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Britain is gripped by a new separatist controversy, after leading Scottish ministers declared their intention to hold a public referendum on independence from the United Kingdom in 2014. While the Scottish independence movement is not new, this highlights a changing climate for Europe’s numerous separatist and independence movements.

The blame game of the financial crisis and the option of joining the EU as an alternative path to prosperity is bringing strength to the previously sidelined independence groups that dot Europe. From the Balkans to Scotland, such movements may soon start to challenge traditional borders and leave European states vulnerable to increased pressure to split.

Though European independence disputes are little discussed in the U.S., they criss-cross the continent. Some are obvious, such as the divided state of Cyprus, unstable regions in the Balkans, or the terrorist campaigns of Northern Ireland and the Basque country in Spain.

Yet the Scottish referendum move demonstrates another, quieter form of separatism which is gaining increased support. From Corsica to Flanders, and Cornwall to Catalan, these are regions of Europe’s larger states that claim a distinct historical right to independence.

Fuelled by media savvy local officials, such groups are now increasingly vocal in their demands. They are largely peaceful, democratic movements — often with a very middle-class face — and their demands take the form of calls for “devolved” decision making powers, if not outright claims of the right to separate from their national capital.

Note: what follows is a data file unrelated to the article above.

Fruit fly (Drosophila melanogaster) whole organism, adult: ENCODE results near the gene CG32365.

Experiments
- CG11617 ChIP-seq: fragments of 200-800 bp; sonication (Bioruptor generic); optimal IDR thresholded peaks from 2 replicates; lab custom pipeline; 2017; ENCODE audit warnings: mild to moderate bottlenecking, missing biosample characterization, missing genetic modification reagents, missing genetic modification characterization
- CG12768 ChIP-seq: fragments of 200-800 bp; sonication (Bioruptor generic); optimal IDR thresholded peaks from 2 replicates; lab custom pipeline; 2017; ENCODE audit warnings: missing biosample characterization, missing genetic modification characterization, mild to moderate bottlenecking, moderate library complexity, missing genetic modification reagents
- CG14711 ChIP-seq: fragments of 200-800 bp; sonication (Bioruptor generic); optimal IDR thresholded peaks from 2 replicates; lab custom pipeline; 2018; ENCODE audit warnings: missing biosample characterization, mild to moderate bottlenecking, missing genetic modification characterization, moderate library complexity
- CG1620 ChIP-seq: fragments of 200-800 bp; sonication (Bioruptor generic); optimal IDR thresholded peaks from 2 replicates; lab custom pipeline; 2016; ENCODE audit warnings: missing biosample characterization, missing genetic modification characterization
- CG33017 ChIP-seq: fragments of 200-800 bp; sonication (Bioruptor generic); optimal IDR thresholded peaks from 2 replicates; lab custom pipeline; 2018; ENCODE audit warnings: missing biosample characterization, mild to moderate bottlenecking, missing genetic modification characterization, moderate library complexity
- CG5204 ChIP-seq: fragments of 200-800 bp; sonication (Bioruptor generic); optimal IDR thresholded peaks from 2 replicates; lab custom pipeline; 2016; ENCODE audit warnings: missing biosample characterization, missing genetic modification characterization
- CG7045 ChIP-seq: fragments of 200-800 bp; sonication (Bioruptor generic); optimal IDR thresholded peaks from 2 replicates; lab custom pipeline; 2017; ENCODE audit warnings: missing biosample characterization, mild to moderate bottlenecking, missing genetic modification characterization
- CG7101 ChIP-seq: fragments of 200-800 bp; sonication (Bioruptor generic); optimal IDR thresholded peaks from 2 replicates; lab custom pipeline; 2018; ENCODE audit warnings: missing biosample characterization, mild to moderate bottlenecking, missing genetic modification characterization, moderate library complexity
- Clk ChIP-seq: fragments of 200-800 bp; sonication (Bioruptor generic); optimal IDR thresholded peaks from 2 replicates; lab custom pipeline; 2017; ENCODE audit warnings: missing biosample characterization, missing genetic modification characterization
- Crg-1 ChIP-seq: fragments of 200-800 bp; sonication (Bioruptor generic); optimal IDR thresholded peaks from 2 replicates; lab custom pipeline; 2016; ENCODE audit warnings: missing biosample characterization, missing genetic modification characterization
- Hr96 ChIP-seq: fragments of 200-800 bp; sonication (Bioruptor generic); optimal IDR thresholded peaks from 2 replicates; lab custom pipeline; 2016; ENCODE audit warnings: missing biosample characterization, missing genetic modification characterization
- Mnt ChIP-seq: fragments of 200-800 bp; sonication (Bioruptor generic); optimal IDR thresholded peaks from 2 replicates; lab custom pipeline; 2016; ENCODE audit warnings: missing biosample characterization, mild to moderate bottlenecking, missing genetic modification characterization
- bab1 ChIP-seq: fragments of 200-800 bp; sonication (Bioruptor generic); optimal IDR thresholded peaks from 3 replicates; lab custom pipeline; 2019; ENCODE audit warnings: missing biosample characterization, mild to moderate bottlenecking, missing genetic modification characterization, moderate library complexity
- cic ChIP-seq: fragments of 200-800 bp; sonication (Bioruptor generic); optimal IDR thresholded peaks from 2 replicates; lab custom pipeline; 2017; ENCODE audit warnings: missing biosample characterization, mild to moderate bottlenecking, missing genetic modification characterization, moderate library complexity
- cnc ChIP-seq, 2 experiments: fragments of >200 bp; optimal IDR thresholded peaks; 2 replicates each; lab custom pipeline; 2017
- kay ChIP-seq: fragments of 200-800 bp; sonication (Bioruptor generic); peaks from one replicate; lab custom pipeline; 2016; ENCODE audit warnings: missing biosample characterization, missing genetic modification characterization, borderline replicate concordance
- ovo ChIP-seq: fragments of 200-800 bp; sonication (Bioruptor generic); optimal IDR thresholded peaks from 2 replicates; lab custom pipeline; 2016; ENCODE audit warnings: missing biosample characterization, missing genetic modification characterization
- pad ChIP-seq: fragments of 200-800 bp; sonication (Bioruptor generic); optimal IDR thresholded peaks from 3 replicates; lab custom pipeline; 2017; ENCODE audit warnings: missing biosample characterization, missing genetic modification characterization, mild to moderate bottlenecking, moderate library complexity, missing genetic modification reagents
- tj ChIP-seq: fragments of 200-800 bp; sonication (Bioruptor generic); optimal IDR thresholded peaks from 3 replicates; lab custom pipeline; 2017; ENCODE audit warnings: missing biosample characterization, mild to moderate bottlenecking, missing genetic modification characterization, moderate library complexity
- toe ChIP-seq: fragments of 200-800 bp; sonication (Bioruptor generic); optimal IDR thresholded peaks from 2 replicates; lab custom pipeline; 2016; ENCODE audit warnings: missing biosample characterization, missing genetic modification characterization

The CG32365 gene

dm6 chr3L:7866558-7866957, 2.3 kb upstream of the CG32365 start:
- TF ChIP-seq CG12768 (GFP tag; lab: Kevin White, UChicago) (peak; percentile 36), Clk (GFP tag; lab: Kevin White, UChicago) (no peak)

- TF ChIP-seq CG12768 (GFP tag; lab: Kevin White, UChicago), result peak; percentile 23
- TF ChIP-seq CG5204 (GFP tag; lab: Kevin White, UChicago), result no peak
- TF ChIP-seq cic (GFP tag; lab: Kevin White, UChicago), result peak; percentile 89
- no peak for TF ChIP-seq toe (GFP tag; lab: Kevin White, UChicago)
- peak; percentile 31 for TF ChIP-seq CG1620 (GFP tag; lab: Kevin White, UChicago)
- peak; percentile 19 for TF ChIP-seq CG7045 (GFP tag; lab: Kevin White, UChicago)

Though many are inclined to disregard such movements as quaint or fanciful, the recent Scottish bid highlights two trends which should make any national official sit up and listen.

Firstly, Europe’s continually-degrading financial crisis is making it easier to vilify national governments. The ministers who “let it get this way” are now being turned upon by disgruntled electorates.

For Scotland, the accusation that reckless stockbrokers in London have impoverished Glasgow has gained a great deal of political traction. Claims an independent Scotland could escape the current Tory government’s sharp austerity cuts are also popular. The rights and wrongs of this debate are irrelevant — it makes a good campaign platform for independence.

Secondly, the EU is increasingly held up as an example of a path to prosperity for independence movements. The EU now has 27 members, up from just 15 in 2000. The fact many of these new member states are small, both geographically and in terms of population, means independence movements can reasonably claim that however tiny their population, they could seek EU membership to secure their interests.

Indeed in Scotland, EU membership is held up as a potential “power multiplier” abroad, as they would have a member state vote in the EU, putting them on an even footing with larger states during policy debates.

None of this is to say that the current climate guarantees the creation of new separatist states in the coming years. But these trends highlight the uncomfortable reality that many European capitals now face well-organized and politically persuasive separatist movements.

Indeed, the continent that has backed the secession of many nearby countries since the end of the Cold War may soon see grassroots democratic challenges to their own territorial integrity.

European politicians need to stop casually belittling such movements, and take their demands more seriously.

Photo Credit: subberculture